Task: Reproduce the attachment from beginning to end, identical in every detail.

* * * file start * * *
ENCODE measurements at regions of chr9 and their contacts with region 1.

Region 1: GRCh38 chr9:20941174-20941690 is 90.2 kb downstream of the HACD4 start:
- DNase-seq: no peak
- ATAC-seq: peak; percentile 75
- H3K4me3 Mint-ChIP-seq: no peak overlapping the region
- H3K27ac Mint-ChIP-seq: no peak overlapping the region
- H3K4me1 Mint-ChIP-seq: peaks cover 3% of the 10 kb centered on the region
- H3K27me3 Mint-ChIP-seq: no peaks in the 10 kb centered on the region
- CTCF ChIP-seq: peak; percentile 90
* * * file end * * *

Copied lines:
ENCODE measurements at regions of chr9 and their contacts with region 1.

Region 1: GRCh38 chr9:20941174-20941690 is 90.2 kb downstream of the HACD4 start:
- DNase-seq: no peak
- ATAC-seq: peak; percentile 75
- H3K4me3 Mint-ChIP-seq: no peak overlapping the region
- H3K27ac Mint-ChIP-seq: no peak overlapping the region
- H3K4me1 Mint-ChIP-seq: peaks cover 3% of the 10 kb centered on the region
- H3K27me3 Mint-ChIP-seq: no peaks in the 10 kb centered on the region
- CTCF ChIP-seq: peak; percentile 90